Nearly three quarters (72 percent) of staff admit to stealing data from their employer, says Imperva.
Research by the security firm revealed customer data was most likely to be taken by staff, with 26 percent admitting to pilfering the information. This was closely followed by HR records and marketing data, with 25 percent each, while one in ten took redundancy lists.
Nearly a quarter (23 percent) used USB memory sticks to remove the data, while 23 percent used laptops and 13 percent used a mobile phone.
Furthermore, almost half of employees know of a colleague that has stolen data from a firm while more than two thirds (69 percent) believe a competitor has received data this way.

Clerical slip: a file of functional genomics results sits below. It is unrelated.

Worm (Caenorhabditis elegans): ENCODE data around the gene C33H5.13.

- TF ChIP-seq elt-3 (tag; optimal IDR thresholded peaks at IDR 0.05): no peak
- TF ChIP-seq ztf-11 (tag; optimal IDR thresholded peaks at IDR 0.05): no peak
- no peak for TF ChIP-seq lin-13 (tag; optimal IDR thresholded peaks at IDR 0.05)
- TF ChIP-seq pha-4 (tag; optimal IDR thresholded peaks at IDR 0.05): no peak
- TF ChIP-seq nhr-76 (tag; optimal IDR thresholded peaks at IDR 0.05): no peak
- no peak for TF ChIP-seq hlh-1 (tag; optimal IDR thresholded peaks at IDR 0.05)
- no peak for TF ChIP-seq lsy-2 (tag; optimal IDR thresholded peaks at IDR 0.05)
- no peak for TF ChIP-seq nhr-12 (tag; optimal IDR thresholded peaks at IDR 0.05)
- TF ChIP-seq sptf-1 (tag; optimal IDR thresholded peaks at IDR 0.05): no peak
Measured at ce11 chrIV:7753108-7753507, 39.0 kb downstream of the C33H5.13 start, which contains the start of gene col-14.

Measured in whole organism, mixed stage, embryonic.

Seven in ten said they would steal data if they knew they were going to be fired and 37 percent said that would take information if facing redundancy.
"That employees steal data is nothing new, but it is surprising to see the number of people who think they are entitled to do so," said Amichai Shulman, chief technology officer at Imperva.
More than four in five (85 percent) of staff said they had sensitive company data stored on their home computer or mobile phone. However, six in ten firms don't have a policy that covers the removal of company data form personal devices if a member of staff leaves.
"Creating policies that you adhere to means everyone knows where they stand and what is expected of them," he said.